Predictable "Perfect Day" Not What It Could've Been?
- Wednesday, October 26, 2005
Artist: Josh Bates
Title: "Perfect Day"
Label: Beach Street Records
Some seven years ago, Mark Miller, front man for veteran country group Sawyer Brown, discovered a 15-year-old bjust looking for a chance. After years of coaching and nurturing, he has been given that chance with "Perfect Day," his debut album on Miller’s Beach Street Records, home also to the greatly successful Casting Crowns.
Although Bates’ list of influences includes bluegrass artists such as Alison Krauss, Ricky Skaggs and Bill Monroe, "Perfect Day" is pure pop/rock, full of electric guitar riffs and pop hooks. Anytime the rock elements emerge, his shiny, “American Idol” vocals pull the album back to pop. In that, the album is reminiscent of Steven Curtis Chapman’s "Speechless" and "Declaration" discs – pop, but never too far away from the edge to rock out. And while Bates’ vocal print is similar to Chapman as well, there is little trace of the drum loops, programming or other progressive elements of those Chapman projects.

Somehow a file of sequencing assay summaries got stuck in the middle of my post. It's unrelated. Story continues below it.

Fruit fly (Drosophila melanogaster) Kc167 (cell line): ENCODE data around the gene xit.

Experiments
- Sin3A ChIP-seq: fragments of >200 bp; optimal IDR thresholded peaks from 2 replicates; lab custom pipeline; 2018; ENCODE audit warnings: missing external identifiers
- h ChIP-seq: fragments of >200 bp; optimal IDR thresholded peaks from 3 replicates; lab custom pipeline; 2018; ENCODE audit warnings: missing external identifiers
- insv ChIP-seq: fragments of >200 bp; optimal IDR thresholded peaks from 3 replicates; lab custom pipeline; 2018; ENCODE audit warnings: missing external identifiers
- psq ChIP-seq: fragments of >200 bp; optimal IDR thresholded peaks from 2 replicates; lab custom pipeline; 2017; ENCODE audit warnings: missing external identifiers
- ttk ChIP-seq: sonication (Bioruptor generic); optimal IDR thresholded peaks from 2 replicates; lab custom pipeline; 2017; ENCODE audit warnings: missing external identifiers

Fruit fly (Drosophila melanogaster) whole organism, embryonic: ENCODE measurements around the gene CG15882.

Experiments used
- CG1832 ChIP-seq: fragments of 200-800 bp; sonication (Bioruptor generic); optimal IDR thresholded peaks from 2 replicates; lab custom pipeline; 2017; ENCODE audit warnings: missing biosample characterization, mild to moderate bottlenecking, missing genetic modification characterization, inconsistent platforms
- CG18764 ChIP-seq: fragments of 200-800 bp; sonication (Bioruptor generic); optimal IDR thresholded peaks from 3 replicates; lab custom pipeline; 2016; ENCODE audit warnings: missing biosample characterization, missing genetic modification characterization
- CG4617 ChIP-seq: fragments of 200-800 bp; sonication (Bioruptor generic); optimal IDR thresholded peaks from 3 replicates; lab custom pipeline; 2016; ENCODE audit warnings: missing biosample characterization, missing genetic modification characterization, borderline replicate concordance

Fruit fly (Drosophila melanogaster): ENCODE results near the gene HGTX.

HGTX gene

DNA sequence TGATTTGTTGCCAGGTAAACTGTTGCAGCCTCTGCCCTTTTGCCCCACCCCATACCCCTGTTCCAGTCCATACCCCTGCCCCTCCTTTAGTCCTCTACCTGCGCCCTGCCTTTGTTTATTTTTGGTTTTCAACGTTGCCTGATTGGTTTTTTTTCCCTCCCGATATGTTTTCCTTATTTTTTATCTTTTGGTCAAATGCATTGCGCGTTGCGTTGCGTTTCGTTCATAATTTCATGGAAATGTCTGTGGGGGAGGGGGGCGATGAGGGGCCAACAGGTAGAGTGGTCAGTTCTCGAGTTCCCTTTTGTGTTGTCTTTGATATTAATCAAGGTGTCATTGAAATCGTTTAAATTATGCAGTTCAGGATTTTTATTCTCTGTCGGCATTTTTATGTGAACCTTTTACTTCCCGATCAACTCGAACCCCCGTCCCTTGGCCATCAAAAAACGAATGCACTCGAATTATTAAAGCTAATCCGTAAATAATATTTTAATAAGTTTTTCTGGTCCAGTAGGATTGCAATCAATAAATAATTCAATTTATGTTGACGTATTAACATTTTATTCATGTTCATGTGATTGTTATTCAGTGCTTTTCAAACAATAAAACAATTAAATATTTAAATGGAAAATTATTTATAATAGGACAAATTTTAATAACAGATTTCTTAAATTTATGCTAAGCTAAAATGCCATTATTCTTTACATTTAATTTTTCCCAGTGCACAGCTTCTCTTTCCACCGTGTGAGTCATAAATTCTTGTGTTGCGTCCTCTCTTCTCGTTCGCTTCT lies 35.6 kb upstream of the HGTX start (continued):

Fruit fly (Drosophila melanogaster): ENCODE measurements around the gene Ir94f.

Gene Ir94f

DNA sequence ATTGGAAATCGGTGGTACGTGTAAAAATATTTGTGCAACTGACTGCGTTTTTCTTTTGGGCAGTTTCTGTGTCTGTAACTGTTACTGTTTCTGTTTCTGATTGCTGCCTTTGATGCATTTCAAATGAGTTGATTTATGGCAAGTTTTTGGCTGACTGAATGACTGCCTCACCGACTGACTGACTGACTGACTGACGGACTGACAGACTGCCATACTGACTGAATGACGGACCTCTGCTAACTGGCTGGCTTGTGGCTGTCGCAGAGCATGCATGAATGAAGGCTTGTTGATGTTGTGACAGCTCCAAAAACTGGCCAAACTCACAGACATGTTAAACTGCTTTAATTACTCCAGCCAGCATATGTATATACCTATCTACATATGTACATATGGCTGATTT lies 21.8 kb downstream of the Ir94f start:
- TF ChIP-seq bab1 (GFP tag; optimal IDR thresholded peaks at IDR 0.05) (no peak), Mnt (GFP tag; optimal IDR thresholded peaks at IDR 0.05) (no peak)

All 10 songs are highly polished and carefully sculpted, no doubt with radio in mind. But this high gloss keeps it from getting too far out of the box, a desirable attribute that it misses. And that’s a problem for "Perfect Day" – you can’t help but wish it would take more risks. At times, the material gets close to that edge, like the guitar backbone of “Walking Through the Fire” and the forceful pre-chorus of “Alive.” The balladry of “Less” and “Prodigal” are respectable pace-changers, but “Never Give Up” fails to develop into much.
Lyrically, the album is predictable, and only half the songs were even co-written by Bates. Also, he is rumored to excel on various acoustic instruments; but he seems to be on a short leash, and you only get typical acoustic rhythm guitar and rationed amounts of mandolin. While the album is a good listen and a good start for Bates, you can’t help but wonder what "Perfect Day" could have been.
© 2005 CCM Magazine. All rights reserved. Used with permission. Click here to subscribe.
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